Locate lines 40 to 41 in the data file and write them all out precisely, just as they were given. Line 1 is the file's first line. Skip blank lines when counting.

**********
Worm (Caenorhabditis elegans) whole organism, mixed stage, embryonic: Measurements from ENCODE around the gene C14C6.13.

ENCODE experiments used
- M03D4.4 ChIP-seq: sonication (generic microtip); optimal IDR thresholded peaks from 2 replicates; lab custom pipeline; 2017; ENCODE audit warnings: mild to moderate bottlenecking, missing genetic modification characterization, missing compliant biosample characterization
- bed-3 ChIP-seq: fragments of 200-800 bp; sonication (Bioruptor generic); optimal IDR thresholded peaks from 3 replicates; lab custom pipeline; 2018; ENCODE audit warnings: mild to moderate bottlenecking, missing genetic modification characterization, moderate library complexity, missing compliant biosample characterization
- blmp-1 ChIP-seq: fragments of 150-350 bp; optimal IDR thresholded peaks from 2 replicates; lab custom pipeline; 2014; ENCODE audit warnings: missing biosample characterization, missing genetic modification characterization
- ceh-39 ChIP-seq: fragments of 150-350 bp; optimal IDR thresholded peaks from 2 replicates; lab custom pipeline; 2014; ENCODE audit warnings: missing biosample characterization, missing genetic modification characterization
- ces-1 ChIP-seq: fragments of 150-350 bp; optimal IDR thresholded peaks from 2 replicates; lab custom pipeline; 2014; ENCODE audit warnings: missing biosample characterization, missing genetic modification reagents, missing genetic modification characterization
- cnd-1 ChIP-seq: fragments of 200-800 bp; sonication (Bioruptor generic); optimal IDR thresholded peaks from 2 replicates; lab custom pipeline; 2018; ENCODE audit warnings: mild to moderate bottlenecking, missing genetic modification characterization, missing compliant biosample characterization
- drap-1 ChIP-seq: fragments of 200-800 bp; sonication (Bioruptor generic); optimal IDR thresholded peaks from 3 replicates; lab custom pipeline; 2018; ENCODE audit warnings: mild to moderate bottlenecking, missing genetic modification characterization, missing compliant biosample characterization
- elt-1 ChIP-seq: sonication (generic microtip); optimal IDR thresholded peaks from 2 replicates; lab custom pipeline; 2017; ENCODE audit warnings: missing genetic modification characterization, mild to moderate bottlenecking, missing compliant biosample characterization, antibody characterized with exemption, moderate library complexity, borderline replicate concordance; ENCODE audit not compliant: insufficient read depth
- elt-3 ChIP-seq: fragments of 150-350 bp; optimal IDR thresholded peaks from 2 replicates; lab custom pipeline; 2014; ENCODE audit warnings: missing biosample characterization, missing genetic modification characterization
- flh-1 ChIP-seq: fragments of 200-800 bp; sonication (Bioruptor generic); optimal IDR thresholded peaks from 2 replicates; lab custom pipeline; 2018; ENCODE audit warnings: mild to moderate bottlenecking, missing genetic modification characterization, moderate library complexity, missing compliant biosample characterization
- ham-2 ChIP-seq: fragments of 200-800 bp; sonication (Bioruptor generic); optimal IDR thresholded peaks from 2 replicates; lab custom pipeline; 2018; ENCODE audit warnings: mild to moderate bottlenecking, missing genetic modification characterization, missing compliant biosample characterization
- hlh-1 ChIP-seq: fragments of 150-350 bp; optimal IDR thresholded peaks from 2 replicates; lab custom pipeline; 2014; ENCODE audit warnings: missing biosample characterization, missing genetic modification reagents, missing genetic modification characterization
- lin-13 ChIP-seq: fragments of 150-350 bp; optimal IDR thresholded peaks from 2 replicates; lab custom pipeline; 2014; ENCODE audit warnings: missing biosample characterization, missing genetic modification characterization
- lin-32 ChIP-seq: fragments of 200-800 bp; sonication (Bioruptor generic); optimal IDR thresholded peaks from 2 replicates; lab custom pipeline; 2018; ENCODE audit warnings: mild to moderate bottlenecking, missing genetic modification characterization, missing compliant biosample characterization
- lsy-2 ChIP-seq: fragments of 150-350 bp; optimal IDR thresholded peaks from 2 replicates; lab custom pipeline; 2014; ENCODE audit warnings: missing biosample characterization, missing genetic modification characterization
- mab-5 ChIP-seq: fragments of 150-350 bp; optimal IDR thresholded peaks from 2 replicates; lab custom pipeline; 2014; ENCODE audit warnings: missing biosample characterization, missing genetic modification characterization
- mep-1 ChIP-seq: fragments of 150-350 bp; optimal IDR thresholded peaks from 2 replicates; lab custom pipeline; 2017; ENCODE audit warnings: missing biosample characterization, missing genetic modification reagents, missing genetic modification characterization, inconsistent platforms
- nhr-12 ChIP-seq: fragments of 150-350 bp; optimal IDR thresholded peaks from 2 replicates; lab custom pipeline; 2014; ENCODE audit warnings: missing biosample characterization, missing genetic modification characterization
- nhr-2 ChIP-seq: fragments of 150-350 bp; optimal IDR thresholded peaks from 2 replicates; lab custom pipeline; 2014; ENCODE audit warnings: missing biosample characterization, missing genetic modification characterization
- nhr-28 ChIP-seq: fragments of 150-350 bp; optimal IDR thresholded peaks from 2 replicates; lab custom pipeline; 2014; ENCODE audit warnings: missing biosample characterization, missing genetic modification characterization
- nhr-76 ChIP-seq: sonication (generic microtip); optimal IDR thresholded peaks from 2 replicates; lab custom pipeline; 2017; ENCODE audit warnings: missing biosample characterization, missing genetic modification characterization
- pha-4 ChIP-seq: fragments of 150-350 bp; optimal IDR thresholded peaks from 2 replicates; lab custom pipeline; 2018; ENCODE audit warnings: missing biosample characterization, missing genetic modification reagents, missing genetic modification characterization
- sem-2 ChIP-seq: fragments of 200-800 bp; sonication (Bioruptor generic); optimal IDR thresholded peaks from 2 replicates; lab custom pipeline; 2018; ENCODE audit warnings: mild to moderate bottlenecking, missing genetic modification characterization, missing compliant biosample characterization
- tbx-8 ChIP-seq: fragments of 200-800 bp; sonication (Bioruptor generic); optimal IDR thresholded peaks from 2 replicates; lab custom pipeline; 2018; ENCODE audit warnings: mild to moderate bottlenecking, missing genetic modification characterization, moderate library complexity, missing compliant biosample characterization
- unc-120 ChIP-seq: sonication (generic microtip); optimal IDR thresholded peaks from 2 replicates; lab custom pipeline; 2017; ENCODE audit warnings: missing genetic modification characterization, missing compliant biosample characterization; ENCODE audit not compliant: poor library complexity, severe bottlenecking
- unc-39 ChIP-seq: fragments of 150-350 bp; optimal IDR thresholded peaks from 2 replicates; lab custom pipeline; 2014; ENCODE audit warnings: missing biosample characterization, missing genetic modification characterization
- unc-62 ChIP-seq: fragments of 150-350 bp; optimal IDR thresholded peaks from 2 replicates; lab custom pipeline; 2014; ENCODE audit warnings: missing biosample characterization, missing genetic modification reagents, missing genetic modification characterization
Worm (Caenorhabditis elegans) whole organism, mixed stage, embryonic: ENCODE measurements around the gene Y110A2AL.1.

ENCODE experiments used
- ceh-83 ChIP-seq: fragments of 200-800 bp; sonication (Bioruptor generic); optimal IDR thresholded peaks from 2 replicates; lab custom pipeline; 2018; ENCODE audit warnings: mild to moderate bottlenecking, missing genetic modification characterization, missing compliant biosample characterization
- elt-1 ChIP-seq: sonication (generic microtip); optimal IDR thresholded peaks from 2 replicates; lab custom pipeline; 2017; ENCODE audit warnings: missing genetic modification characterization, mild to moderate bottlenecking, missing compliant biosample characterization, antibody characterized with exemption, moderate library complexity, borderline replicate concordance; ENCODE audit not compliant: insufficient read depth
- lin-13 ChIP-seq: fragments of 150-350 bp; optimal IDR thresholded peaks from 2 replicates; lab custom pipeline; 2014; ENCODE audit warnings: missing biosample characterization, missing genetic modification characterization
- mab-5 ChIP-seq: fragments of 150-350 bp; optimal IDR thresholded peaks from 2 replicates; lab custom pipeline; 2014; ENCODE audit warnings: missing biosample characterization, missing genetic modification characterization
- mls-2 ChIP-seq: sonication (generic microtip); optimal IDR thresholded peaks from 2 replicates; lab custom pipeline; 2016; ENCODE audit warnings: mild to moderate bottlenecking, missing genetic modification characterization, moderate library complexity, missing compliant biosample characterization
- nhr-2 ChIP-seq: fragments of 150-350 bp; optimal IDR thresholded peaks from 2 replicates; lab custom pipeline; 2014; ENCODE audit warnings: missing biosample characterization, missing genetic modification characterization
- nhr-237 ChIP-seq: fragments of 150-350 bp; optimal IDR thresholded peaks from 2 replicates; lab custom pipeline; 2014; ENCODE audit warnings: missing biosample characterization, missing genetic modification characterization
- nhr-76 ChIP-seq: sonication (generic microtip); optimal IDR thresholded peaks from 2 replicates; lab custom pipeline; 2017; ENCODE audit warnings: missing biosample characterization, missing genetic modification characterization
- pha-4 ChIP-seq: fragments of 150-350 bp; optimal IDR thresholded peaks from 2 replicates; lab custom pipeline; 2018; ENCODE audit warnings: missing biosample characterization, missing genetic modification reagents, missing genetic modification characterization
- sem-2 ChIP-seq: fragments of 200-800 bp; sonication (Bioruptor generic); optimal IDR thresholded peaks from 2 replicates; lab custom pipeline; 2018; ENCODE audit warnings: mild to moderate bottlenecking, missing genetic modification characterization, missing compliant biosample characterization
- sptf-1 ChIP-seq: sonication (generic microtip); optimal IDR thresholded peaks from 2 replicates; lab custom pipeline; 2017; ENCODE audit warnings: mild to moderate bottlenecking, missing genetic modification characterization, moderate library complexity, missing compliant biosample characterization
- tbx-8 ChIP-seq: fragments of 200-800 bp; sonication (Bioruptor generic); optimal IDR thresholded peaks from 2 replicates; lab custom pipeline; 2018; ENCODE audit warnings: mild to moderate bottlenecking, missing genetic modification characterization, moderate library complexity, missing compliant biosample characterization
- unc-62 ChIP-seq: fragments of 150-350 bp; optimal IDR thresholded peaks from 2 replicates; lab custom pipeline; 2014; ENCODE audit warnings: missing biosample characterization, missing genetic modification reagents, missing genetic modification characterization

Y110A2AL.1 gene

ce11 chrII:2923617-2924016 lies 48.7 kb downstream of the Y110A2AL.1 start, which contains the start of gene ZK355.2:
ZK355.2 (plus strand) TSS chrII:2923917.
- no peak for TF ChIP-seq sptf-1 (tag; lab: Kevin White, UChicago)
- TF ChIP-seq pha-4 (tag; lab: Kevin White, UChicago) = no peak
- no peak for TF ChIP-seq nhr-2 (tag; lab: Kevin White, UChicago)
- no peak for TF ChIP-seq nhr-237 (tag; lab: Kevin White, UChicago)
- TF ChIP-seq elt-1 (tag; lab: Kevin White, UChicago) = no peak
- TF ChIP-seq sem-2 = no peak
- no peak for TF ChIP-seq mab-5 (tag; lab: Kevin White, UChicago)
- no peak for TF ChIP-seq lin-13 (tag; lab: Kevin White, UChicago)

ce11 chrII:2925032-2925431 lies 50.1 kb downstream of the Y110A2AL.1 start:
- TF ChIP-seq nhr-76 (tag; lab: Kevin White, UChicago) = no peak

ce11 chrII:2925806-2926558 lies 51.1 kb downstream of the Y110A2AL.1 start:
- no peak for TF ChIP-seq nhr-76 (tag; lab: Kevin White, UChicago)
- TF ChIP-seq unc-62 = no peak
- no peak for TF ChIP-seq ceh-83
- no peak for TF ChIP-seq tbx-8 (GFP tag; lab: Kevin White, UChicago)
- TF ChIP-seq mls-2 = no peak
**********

- pha-4 ChIP-seq: fragments of 150-350 bp; optimal IDR thresholded peaks from 2 replicates; lab custom pipeline; 2018; ENCODE audit warnings: missing biosample characterization, missing genetic modification reagents, missing genetic modification characterization
- sem-2 ChIP-seq: fragments of 200-800 bp; sonication (Bioruptor generic); optimal IDR thresholded peaks from 2 replicates; lab custom pipeline; 2018; ENCODE audit warnings: mild to moderate bottlenecking, missing genetic modification characterization, missing compliant biosample characterization